"This year, Mother’s Day feels especially hollow and commercialised"Olivia Lisle, IG: @livcollage

Content Note: this article contains discussion of mental health conditions.

The last few Mother’s Days I’ve gone somewhat overboard. I’ve bought chocolates, toiletries, Pandora jewellery, stuffed animals – the whole works. Mum and I have gone out for dinner and then drank Prosecco in the evening. It’s a day when I could put a monetary value on love.

There are so many reasons why I put pressure on myself to buy such a bundle of gifts. Love, of course. Care. Confusion. Guilt. Yet this year, I had no idea that Mother’s Day was even looming, let alone just round the corner.

The truth is that my relationship with my Mum is very complicated. We spent most of my teenage years living just us two in an otherwise empty house, and Mum spent most of that time heartbroken. Of course there were some good times, but there were also a lot of bad ones. She would cry, I would try and fix it. She would get angry, I would apologise for things that weren’t my fault. She would stop me from doing things I wanted, I would accept it with a sigh. But I still loved her. As I got older and struggled to keep up this routine, she took my gradual withdrawal as me being a “moody teenager”. In hindsight, I’m sure this is exactly what it looked like. But in reality I was seriously depressed, and experienced complex trauma in the middle of my A-Levels that neither of us was equipped to deal with. I couldn’t take care of both of us, so I chose to focus on her, shutting off my own emotional needs in the process.

“No card will ever capture the emotions I’m currently feeling about Mum”

Despite all this, I have always felt a deep sense of responsibility towards Mum. When I moved to university, I was terrified about leaving her behind. I didn’t know how she would cope on her own. If she would cope at all. But unexpectedly, time apart made things a lot better, for a while. And Mother’s Day gifts became ever more important as I attempted to fill the hole I felt inside with cheerful cards and colourful wrapping paper.

This year is different. In a matter of months, my relationship with my Mum has deteriorated to one of almost non-existence. This is completely my choice. My fault. And for now, it is most definitely the right decision. I hope that it won’t always be like this, and that in the future we can connect as mother and daughter should. But at the moment, it’s the way things are.

We used to talk on the phone three times a week, for at least an hour each time. This term we’ve talked three times in total, and at least on my end, even this has been a real struggle. I haven’t seen her since moving back to Cambridge in October. Since then, I’ve gone through a fundamental transformation and am now in a much better place. But I’ve felt pain, sadness and anger when I think of her. And then guilt and self-hatred for thinking of her this way. Now, I’ve passed through these emotions and feel something even stranger: indifference.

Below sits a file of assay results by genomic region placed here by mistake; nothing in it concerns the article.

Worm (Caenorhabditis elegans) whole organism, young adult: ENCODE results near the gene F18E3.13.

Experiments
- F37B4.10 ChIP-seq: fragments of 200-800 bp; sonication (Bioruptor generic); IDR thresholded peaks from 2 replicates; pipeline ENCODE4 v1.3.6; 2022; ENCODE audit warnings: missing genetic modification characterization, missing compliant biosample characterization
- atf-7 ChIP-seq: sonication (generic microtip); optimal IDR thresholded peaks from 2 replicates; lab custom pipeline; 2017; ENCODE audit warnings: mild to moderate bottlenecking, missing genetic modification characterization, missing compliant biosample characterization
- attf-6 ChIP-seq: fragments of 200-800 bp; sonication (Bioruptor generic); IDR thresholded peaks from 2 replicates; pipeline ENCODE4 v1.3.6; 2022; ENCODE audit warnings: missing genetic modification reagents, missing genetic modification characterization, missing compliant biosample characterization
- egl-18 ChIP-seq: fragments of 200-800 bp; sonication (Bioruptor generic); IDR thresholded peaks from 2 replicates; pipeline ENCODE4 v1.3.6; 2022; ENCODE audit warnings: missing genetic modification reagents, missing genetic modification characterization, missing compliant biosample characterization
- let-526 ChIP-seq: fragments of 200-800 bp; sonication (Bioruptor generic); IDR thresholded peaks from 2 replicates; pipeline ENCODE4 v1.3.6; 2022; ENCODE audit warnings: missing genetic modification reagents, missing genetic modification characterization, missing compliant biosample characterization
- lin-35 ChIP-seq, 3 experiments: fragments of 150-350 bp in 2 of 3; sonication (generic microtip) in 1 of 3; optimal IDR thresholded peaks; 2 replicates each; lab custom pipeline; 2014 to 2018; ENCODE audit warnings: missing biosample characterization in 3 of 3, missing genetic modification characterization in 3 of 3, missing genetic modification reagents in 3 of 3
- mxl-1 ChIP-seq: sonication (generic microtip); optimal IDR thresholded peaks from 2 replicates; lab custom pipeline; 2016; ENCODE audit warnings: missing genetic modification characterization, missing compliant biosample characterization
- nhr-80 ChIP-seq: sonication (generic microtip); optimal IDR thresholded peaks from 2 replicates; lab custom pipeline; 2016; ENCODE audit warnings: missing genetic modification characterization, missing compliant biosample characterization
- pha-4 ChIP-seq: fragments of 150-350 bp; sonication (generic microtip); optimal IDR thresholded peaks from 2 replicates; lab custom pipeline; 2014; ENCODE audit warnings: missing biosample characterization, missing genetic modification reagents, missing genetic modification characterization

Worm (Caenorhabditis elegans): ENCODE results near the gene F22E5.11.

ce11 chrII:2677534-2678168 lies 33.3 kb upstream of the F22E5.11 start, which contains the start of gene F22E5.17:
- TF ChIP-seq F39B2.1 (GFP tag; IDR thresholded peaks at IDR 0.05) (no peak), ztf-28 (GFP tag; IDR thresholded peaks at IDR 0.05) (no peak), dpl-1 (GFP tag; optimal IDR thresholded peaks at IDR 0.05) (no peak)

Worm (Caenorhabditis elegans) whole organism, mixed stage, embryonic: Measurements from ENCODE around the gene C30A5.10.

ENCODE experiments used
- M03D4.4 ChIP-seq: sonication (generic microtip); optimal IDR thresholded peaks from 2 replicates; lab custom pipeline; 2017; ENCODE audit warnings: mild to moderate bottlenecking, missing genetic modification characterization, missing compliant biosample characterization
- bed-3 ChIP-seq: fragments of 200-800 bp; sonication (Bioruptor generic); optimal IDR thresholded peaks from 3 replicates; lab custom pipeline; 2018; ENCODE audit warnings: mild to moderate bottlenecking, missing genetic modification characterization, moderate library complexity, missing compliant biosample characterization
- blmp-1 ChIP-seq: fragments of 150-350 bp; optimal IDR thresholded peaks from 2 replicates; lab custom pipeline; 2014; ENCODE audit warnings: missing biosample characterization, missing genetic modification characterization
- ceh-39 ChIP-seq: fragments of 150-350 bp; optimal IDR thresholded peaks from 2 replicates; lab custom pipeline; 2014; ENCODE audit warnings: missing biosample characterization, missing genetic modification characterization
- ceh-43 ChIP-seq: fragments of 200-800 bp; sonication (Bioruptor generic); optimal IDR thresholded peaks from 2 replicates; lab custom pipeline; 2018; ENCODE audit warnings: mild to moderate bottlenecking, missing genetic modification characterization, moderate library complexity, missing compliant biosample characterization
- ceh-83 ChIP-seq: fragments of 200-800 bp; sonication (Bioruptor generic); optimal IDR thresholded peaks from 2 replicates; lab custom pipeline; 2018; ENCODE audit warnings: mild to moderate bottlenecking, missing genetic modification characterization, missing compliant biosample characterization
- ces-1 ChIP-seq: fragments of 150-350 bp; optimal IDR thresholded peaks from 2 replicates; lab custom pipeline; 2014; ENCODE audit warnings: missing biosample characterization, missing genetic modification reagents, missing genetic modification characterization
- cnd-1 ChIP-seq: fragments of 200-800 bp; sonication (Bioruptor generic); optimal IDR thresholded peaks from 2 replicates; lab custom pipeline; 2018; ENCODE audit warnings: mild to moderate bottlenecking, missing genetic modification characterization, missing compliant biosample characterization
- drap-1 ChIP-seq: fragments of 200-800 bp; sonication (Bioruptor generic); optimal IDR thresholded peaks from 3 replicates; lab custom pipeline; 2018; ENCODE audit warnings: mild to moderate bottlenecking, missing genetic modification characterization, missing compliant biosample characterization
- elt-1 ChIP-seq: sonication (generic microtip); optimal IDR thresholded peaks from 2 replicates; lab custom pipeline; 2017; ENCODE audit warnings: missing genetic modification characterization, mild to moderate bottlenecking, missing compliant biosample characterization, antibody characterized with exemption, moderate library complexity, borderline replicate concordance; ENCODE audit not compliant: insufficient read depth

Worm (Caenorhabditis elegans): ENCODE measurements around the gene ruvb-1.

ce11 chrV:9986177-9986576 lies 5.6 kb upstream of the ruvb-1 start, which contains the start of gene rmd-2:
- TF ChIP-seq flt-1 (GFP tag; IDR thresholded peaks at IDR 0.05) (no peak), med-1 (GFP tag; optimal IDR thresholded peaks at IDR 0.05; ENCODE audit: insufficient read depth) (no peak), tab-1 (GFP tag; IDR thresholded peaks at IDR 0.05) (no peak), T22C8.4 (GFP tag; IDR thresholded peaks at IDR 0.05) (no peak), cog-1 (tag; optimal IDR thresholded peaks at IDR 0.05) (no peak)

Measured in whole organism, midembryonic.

Of course, I still love her, and always will. Even though I know our relationship was unhealthy. I took care of her when I should have been taking care of myself. And I know that continuing that relationship in that way was dangerous. I still love her. Nevertheless, this year Mother’s Day is not a joyful event, but a painful one.


Mountain View

The impossible task of grieving

When I almost walked straight into a display of heart-shaped chocolates, teddies wrapped in cellophane and novelty mugs a few days ago, I was confused. Hadn’t Valentine’s Day already been and gone? I shrugged and moved on down the aisle, and it was then that I found myself opposite the rack of cards. The “Happy Mother’s Day!” cards. The day I’d been dreading was almost upon me.

Walking around the supermarket, the Mother’s Day cards and gifts weren’t a useful reminder to me to start planning, to begin squirreling away the odd present, to book a restaurant. Instead, the novelty wine glass with “Best Mom” inscribed upon it was a stab in the heart. A reminder of the relationship I wish we had. Of the guilt I feel for cutting myself off from her, even though I know that our previous dynamic was damaging to me. How am I supposed to mark this day, when I don’t know if I can even bring myself to send a card?

I am not the first to find Mother’s Day challenging. I will definitely not be the last. I still don’t know what I will do on Sunday. Is getting in contact and reassuring Mum of my love worth the negative impact it will have on me? Would it be an important sign that I want a better relationship, or just another moment of façade, designed to help her rather than myself? What I do know is that whatever I choose to do, I will regret it. This year, Mother’s Day feels especially hollow and commercialised. No card will ever capture the emotions I’m currently feeling about Mum. No amount of chocolates or personalised gifts can fix our relationship. Only time and forgiveness will do that. But I still love her.